Editorial – Dec 2014: Just add water. The ultimate fast food. editorial by: GF Willmetts

November 30, 2014 | By | Reply More

Just add water.

The ultimate fast food.

 

Hello everyone

Before I start with a new subject, let’s go back to last month’s editorial. I only had one book noted by pro astro-artist David Hardy, who pointed out that there was the 2000 novel called ‘Jupiter’ by Ben Bova where there was a sentient species floating on…well, do you need a clue from the book title to which large planet. Of course, there was ‘Captain Scarlet And The Mysterons’ in 1967 but there was never any proof that the Mysterons came from Mars, assuming they were alive and not a computer installation. Hardly a massive influx so it looks like we have our celebration of 50 years with only life on Earth in the Solar system in Science Fiction. Raise your glass or whatever you drink to celebrate an anniversary no one else has spotted. A rare occurrence at best considering how much else is celebrated these days.

Now, let’s look at food pills or rather how people first thought about what we’d eat in the future. At one time, there was a future where at home or on a space trip and hungry, you popped a food pill or three as your meal and could get on with your job or whatever you were doing. Each pill had all the nutrients you needed with little care for what it tasted like or what it meant to have a light meal. It was literally the ultimate fast food. No one said whether or not you had to add water, let alone drink anything to make them go down, let enjoy the meal. Imagine a world without TV cooking programmes and restaurants had they ever worked. Must feel like bliss for some of us. An entire industry wiped out in a swallow of a food pill. Think of all that time you could use no longer having to sit down to eat, digest and even have conversations. No more having to sit down with family to bond, just tapping away on your mobile phones or tablets (not to be confused with food pills). No wait, that’s happened already for many out there. No thought as to whether they tasted like anything or even if you had to enjoy them.

more pulp

In a realistic sense, the food pill was seen as the means conserve space on a spaceship and didn’t start off in Science Fiction. They were shown originally in 1883 at the US World’s Fair. Oddly, in fiction, it was the 1930 musical ‘Just Imagine’ that used them next. I vaguely remember them being used in some early SF films but not in prose. Maybe the early SF authors realised the key point that roughage was needed to fill the stomach, resolve stomach pains and appease the appetite than a quick swallow of a pill. Either that or SF authors liked their food too much.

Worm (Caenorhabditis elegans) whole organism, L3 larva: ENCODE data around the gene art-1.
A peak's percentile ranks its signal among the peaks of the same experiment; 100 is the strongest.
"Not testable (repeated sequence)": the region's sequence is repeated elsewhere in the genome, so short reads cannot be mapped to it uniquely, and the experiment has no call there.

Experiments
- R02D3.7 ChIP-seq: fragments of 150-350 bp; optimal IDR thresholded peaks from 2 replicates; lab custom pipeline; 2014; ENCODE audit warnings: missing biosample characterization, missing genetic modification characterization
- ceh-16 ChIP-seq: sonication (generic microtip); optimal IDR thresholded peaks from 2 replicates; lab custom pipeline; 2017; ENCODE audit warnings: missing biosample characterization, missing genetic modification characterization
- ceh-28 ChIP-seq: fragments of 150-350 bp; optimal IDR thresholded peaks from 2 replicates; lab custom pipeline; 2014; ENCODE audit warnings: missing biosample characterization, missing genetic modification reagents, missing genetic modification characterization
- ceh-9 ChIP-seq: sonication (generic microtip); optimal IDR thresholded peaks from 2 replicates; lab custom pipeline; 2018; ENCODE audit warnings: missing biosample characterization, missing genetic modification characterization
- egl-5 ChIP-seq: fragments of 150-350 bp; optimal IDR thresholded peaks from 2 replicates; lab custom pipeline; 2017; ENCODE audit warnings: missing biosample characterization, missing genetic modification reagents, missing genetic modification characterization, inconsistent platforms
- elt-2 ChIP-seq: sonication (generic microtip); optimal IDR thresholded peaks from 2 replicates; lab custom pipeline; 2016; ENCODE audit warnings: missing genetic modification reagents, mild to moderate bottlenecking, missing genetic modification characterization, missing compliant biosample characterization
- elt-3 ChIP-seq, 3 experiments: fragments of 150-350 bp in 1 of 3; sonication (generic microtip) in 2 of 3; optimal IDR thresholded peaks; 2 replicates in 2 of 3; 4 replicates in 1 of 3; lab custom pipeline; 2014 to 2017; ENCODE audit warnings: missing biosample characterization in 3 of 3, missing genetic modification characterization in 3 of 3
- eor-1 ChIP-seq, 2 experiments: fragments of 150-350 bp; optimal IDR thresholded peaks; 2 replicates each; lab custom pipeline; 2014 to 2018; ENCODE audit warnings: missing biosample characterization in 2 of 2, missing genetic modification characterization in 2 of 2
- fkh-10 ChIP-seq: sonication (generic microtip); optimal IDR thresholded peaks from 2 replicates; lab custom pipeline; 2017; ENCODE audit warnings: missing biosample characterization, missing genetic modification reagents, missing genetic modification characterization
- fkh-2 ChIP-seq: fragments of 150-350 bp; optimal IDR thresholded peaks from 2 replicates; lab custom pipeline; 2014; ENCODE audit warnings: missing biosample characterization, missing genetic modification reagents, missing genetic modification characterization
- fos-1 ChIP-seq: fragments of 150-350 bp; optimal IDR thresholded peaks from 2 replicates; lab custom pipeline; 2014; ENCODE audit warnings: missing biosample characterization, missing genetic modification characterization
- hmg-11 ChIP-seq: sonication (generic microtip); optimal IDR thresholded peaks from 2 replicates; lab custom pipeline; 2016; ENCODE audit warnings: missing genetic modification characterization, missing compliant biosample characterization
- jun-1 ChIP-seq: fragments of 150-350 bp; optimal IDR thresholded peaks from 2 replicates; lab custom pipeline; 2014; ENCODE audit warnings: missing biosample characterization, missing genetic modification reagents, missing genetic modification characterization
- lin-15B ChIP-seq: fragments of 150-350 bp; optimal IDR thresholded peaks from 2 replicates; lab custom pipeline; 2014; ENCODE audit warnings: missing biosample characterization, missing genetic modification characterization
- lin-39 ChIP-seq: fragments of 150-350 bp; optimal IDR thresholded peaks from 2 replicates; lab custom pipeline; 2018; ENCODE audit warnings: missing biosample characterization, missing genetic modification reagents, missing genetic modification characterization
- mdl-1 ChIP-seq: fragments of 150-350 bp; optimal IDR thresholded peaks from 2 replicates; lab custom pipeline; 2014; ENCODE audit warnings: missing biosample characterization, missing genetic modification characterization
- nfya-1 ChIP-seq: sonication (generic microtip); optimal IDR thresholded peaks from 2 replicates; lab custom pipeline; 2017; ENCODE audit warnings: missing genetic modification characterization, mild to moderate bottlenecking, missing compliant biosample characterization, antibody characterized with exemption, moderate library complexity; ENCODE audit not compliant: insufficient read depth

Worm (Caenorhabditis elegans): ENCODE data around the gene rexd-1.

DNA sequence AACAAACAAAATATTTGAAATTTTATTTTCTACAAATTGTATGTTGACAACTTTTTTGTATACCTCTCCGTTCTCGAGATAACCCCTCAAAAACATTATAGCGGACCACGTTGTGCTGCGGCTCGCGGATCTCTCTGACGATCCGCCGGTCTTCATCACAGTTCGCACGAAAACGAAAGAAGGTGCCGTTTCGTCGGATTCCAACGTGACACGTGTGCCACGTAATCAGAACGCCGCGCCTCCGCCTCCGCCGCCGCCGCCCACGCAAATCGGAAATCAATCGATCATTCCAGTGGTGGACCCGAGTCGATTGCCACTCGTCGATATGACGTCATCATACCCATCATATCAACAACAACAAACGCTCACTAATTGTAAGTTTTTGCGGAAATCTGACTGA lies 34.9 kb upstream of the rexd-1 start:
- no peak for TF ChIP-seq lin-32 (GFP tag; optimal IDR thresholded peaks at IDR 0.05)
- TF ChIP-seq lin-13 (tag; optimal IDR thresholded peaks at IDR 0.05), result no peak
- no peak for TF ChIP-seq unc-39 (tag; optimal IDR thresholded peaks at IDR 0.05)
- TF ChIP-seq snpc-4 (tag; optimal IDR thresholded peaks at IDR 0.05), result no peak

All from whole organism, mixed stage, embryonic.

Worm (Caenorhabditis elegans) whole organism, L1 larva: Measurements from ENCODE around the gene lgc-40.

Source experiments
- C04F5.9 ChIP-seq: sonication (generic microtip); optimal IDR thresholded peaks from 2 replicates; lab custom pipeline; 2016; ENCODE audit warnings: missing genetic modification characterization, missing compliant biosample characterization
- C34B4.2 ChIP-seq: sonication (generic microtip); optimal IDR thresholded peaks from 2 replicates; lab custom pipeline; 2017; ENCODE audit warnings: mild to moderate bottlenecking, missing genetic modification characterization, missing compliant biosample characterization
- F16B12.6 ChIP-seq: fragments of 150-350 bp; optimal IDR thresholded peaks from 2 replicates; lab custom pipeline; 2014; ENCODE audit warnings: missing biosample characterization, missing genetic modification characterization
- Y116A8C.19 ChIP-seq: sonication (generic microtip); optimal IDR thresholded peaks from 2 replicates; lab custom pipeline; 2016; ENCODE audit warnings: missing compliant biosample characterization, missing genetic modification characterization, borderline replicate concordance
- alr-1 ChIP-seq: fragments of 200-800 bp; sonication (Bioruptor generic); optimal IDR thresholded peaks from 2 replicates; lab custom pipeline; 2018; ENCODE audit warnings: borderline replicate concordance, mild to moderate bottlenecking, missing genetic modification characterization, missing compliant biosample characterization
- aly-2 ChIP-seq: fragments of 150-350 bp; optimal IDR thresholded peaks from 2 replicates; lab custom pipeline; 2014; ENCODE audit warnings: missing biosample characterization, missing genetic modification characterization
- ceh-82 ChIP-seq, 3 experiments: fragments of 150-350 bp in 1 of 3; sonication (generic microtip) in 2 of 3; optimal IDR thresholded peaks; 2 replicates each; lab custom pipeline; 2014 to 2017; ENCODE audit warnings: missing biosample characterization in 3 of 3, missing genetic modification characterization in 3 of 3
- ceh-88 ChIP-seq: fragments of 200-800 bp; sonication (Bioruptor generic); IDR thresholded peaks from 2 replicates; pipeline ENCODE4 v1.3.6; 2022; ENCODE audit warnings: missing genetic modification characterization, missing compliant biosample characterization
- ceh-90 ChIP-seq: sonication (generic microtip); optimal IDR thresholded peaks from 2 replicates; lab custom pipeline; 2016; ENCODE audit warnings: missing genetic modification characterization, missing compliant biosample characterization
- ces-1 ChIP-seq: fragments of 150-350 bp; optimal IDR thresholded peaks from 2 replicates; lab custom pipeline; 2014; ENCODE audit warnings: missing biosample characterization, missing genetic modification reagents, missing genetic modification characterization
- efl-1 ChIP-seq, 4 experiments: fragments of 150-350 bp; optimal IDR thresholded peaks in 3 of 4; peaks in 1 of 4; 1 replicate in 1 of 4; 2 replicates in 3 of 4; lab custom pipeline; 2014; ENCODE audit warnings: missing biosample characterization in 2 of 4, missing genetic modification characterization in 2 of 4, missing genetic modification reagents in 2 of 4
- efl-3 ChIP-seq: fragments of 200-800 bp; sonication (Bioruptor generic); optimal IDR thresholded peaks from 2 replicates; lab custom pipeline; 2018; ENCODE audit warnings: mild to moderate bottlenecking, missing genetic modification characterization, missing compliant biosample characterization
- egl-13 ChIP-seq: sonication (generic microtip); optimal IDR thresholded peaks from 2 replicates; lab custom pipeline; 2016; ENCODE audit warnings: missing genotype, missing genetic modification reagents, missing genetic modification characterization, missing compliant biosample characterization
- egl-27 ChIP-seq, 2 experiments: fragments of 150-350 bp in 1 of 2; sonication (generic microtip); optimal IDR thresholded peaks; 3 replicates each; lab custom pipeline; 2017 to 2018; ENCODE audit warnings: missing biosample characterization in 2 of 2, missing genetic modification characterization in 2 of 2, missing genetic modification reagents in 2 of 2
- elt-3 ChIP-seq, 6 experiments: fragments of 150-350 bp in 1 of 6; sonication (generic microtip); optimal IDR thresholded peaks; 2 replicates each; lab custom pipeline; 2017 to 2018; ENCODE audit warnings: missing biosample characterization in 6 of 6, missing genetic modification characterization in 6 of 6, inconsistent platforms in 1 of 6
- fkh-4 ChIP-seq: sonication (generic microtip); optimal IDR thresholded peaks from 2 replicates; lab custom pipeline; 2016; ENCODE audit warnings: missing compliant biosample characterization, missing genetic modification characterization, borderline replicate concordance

From the start, that didn’t really seem likely. Certain things like vitamins, yes. After all, we eat them that way today as supplements. But things like carbohydrates and protein need to be bulked out more and in quantity to be any good for our metabolisms. You couldn’t condense them down any smaller. Even if we could eat all we need through tablets, would we really want to see out intestinal tract shrink in size from lack of use? Hardly something you would need in space with all that does to the body while up there.

Probably ‘2001: A Space Odyssey’ was the first SF film that took eating food in space the most seriously, although examples was given throughout the story. In each phase of mankind, food was the most common denominator. With the men-apes, it was raw tapir. Floyd on his trip to the Moon, eating what appears to be a heated slush sucked up by straws in zero gravity. No wonder he needed that zero gee toilet. For the astronauts on the Discovery, their food was heated blocks of different coloured whatever that they blended to taste, although a NASA food scientist was employed to ensure it looked authentic looking. Maybe they didn’t want to block their zero gee toilet which if you study the film doesn’t appear in the carousel. The food had to be pleasant to eat considering the number of times that Kubrick did his takes. Even at the end of his journey, Bowman found food to eat in the ultimate hotel. The novel had it as some sort of edible blue bread than what Kubrick portrayed in the film but maybe he thought that was going a step too weird. In future (sic) films, never was so much time spent on eating meals compared to ‘2001: A Space Eatery’. No doubt because it got in the way of moving the film along.

I did have a ponder on which SF films and TV shows had them eating futuristic meals. Hopefully, you might have more examples than I have here. The original ‘Star Trek’ had them eating different coloured cubes of whatever as exampled in ‘Journey To Babel’. The film ‘Star Trek: The Undiscovered Country’ where they had kitchens to feed the crew and had moved up a bit with their new starship unless it was opened for dignitaries. Things changed somewhat with ‘The Next Generation’ and the crew could get any food they wanted from replicators which I always felt a bit of a cheat because it made chefs a dying profession. Of course, with limited replicator use, ‘Star Trek: Voyager’ made cooking food a virtue and we all know about Klingon cuisine but it’s not terrestrial food.

The rare time in the Hartnell era of ‘Doctor Who’ had the companions trying out a literal sandwich maker that whenever you took a bite tasted of something different in the first episode of ‘The Daleks’. ‘Soylent Green’ (1973) was, of course, food squares but we all know what they were made of and I suspect even Hannibal Lector would have balked at this as a steady protein diet as he had his liver diet.

None of this resembles reality. Astronauts food is desiccated for compactness and water added before they could eat it. The choices made were to prevent crumbs floating around but mostly because the water could be recycled and not the food itself. No one has really used the human end product as fertiliser to grow crops in space yet although I suspect it’s on the list for the manned flight to Mars.